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Thursday, 22 November, 2001, 19:32 GMT
Dino asteroid led to 'global devastation'
Asteroid impact: BBC
The impact would have shaken the affected planet
Helen Briggs

The asteroid thought to have wiped out the dinosaurs destroyed plant life thousands of kilometres from where it struck, say scientists.

Fossils uncovered in New Zealand point to major disturbances in climate that led to the death of most trees and flowering plants.

Clues from the plant fossil record suggest that even the Southern Hemisphere experienced an artificial winter, acid rain, and raging forest fires.

This is the first clear fossil evidence for destruction of plant life so far from the Mexico coast, where the space object is believed to have landed.

Dr Timothy Flannery, an expert at the South Australian Museum in Adelaide, told BBC News Online: "The asteroid devastated pretty much everything.

"This was a case of global devastation rather than North American catastrophe."

Global disaster

About 65 million years ago, 70% of life, including the dinosaurs, suddenly disappeared from the fossil record.

By piecing together geological and other evidence, scientists are building up a picture of what happened.

The idea is that a giant asteroid about 10 kilometres wide, travelling at 90,000 km/hour slammed into the Earth at the southern margin of North America.

It probably landed close to what is now the Yucatan peninsula, an area that was then a shallow tropical sea.

The damage to North America is unequivocal. According to fossil deposits, the Gulf Coast was emptied of life. On land, forests were flattened, fires raged and four out of five plant species died out.

What happened further afield is harder to establish. There has been very little clear fossil data from places like Australia and Antarctica.

Now, geologists at the Lund University, Sweden, and the Institute of Geological and Nuclear Sciences, a research company owned by the New Zealand Government, have reported new fossil evidence in the journal Science.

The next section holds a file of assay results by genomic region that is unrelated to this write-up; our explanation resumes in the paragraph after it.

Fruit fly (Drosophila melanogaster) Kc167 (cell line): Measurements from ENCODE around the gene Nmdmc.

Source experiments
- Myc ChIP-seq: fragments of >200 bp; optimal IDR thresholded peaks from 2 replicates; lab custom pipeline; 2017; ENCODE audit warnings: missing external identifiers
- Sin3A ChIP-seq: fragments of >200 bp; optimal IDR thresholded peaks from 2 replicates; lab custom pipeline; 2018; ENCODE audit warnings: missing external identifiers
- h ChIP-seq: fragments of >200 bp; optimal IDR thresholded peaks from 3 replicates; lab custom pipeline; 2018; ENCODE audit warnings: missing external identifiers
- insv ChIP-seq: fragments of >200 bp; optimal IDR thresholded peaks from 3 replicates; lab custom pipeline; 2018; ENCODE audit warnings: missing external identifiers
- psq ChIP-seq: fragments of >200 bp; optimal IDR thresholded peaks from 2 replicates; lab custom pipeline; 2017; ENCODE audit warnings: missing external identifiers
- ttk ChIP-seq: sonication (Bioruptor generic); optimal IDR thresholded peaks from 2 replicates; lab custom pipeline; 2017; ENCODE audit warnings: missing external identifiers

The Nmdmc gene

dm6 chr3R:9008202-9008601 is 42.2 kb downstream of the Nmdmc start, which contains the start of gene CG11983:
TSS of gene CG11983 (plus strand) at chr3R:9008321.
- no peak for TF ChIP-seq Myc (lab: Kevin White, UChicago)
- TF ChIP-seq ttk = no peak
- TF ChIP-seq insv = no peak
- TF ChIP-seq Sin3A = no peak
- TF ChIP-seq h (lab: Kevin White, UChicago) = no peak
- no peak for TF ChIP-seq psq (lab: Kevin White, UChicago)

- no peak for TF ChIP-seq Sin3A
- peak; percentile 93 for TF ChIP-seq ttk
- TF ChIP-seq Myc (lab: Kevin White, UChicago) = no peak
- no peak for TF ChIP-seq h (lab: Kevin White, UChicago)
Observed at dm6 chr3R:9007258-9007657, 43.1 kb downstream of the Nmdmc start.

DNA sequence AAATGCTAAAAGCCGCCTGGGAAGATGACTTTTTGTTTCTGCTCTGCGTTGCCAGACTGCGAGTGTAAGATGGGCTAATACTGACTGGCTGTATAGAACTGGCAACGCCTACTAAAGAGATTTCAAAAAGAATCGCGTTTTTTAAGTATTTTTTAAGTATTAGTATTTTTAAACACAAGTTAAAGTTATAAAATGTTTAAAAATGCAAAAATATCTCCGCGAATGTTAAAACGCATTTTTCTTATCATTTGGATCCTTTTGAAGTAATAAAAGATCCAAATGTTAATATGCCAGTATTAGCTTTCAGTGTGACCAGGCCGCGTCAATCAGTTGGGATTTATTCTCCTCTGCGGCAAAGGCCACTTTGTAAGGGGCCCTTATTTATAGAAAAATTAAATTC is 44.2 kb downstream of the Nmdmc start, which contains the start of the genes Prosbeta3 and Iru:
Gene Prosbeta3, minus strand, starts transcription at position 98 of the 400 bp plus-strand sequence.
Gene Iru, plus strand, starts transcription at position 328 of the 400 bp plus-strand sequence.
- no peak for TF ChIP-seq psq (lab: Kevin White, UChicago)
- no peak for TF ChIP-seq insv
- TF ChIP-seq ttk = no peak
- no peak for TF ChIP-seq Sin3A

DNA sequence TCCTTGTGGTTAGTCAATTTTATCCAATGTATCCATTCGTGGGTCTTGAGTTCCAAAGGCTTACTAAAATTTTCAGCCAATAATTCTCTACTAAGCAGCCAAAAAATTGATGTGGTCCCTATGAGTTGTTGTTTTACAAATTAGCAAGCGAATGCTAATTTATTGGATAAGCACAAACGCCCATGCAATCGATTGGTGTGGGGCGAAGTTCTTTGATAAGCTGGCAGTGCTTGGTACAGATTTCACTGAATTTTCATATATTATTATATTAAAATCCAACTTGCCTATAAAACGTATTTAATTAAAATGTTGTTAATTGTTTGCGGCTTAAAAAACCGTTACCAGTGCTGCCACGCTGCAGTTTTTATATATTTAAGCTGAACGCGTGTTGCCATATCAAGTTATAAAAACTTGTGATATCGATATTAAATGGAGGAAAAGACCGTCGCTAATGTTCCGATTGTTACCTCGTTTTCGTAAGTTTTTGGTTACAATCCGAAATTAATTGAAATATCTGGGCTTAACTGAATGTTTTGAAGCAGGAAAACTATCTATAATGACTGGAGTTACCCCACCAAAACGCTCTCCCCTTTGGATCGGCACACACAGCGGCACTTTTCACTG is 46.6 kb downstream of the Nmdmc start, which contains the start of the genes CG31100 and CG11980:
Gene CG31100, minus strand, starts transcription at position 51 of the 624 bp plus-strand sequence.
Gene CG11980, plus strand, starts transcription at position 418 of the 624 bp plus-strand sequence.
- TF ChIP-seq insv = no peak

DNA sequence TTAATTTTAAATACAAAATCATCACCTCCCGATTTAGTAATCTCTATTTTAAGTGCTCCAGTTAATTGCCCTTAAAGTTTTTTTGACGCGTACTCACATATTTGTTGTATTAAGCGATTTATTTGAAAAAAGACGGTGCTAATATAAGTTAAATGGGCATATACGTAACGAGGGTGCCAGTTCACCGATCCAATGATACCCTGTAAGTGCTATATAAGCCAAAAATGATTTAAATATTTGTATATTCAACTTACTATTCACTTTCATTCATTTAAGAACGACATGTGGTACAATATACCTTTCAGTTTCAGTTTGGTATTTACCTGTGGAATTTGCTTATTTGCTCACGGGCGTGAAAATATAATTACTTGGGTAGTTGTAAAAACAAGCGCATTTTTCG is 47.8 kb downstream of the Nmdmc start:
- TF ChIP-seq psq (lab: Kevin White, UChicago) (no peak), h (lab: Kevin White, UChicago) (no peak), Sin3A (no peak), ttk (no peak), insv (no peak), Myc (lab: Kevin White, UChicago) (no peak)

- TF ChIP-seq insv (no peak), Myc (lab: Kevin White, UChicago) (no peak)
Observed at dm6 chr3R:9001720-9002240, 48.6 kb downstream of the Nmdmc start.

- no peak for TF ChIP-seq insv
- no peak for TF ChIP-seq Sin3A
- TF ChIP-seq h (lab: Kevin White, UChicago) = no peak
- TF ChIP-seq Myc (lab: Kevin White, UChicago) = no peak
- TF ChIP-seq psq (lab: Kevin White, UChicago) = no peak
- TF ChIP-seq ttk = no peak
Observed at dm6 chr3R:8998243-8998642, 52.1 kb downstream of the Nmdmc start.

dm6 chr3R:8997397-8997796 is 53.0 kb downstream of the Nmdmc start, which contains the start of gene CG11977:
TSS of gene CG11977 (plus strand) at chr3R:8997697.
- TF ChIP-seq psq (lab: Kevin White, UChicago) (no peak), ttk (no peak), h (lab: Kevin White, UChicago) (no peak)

It was found on the South Island of New Zealand, which is situated about 11,000 km (almost 7,000 miles) from Mexico.

Ancient layers of rock from the Moody Creek mine on the west coast reveal a characteristic accumulation of fern spores and pollen just after the impact is thought to have occurred.

Climate change

It appears that what was once a swamp forest rich in trees and flowering plants was reduced to little more than a bed of ferns.

Dinosaur footprints, Bolivia
Dinosaurs left their footprints on Earth but plant evidence is harder to find
The mighty eruption of the Krakatoa volcano in 1883 had a similar effect on plants. Bare soil was gradually colonised by only the most hardy of plant species, the fern.

This suggests the impact off Mexico triggered global changes across most of the planet.

Dust would have been blasted into the atmosphere, cutting off sunlight and triggering a spell of dramatic cooling.

Learning curve

There would have been freezing temperatures on the ground and too little light to support photosynthesis. The end result, it seems, is that many land plants were destroyed.

Scientists are searching for similar fossil evidence on other southern continents that could add to the growing picture of how the dinosaurs died out.

According to Dr Flannery, who wrote a commentary on the new research in Science, the asteroid scenario is now a strong hypothesis.

But he says there will always be doubts over anything relating to the history of the Earth.

See also:

08 Mar 01 | Sci/Tech
'Quick' demise for the dinosaurs
08 May 98 | Sci/Tech
Space dust 'did for dinosaurs'
18 Nov 98 | Sci/Tech
Sea clue to death of dinosaurs
27 Nov 01 | Sci/Tech
Chaos clues to dino demise
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